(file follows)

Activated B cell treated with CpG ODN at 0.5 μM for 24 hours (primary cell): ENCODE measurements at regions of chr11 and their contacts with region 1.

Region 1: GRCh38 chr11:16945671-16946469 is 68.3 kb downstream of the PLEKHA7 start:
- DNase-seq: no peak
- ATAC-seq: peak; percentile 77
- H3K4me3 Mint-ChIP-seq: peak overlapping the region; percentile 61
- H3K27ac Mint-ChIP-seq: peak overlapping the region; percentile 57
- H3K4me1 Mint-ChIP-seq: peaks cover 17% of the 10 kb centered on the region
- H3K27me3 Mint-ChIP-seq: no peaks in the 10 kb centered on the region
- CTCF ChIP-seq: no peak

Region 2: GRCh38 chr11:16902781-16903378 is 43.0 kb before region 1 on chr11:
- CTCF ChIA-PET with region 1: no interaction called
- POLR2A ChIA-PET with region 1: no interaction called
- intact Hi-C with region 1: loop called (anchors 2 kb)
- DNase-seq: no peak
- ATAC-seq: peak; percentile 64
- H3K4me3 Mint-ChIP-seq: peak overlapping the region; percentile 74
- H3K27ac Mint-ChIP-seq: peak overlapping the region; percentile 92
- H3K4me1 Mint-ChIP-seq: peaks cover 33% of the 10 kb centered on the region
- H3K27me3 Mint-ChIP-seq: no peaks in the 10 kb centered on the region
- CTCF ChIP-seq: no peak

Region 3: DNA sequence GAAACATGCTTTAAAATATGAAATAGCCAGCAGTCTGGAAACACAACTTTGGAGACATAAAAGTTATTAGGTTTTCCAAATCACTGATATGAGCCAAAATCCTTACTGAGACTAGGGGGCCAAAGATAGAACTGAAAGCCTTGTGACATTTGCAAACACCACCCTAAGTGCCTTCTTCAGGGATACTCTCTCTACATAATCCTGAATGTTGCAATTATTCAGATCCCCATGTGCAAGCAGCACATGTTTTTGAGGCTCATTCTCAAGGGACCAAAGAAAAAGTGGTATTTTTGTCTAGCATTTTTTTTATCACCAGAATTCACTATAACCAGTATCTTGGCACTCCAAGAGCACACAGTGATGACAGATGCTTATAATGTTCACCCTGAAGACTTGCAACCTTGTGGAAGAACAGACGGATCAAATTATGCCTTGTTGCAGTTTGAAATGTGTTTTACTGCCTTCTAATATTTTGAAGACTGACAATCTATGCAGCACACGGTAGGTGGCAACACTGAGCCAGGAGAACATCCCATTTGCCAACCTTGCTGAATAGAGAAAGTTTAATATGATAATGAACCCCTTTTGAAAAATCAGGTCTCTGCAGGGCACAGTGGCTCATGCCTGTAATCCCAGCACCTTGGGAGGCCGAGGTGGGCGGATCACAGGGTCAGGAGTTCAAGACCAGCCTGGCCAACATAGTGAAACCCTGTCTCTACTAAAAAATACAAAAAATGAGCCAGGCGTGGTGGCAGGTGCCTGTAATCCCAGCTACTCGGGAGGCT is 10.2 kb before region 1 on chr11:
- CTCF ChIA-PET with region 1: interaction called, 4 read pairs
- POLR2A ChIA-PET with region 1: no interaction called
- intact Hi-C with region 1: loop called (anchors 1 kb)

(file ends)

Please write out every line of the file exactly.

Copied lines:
Activated B cell treated with CpG ODN at 0.5 μM for 24 hours (primary cell): ENCODE measurements at regions of chr11 and their contacts with region 1.

Region 1: GRCh38 chr11:16945671-16946469 is 68.3 kb downstream of the PLEKHA7 start:
- DNase-seq: no peak
- ATAC-seq: peak; percentile 77
- H3K4me3 Mint-ChIP-seq: peak overlapping the region; percentile 61
- H3K27ac Mint-ChIP-seq: peak overlapping the region; percentile 57
- H3K4me1 Mint-ChIP-seq: peaks cover 17% of the 10 kb centered on the region
- H3K27me3 Mint-ChIP-seq: no peaks in the 10 kb centered on the region
- CTCF ChIP-seq: no peak

Region 2: GRCh38 chr11:16902781-16903378 is 43.0 kb before region 1 on chr11:
- CTCF ChIA-PET with region 1: no interaction called
- POLR2A ChIA-PET with region 1: no interaction called
- intact Hi-C with region 1: loop called (anchors 2 kb)
- DNase-seq: no peak
- ATAC-seq: peak; percentile 64
- H3K4me3 Mint-ChIP-seq: peak overlapping the region; percentile 74
- H3K27ac Mint-ChIP-seq: peak overlapping the region; percentile 92
- H3K4me1 Mint-ChIP-seq: peaks cover 33% of the 10 kb centered on the region
- H3K27me3 Mint-ChIP-seq: no peaks in the 10 kb centered on the region
- CTCF ChIP-seq: no peak

Region 3: DNA sequence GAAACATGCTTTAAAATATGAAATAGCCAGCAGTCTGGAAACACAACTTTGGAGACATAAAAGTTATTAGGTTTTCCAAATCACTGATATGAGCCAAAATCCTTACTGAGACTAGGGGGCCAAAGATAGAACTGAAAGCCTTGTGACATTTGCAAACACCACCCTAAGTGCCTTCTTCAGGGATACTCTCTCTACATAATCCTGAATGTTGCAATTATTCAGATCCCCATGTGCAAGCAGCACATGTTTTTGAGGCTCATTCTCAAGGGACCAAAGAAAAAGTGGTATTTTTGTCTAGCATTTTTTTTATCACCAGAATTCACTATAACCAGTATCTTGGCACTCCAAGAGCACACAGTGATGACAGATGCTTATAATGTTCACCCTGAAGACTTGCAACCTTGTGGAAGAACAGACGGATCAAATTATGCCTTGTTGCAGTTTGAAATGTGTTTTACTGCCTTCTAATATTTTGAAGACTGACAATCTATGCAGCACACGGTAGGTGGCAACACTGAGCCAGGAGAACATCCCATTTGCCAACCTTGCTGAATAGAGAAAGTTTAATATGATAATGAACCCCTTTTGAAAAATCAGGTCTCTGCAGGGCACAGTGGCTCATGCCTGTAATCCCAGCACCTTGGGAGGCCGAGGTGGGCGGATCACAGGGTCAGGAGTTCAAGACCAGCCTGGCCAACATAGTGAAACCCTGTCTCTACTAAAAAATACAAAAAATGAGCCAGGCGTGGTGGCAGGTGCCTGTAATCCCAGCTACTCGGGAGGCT is 10.2 kb before region 1 on chr11:
- CTCF ChIA-PET with region 1: interaction called, 4 read pairs
- POLR2A ChIA-PET with region 1: no interaction called
- intact Hi-C with region 1: loop called (anchors 1 kb)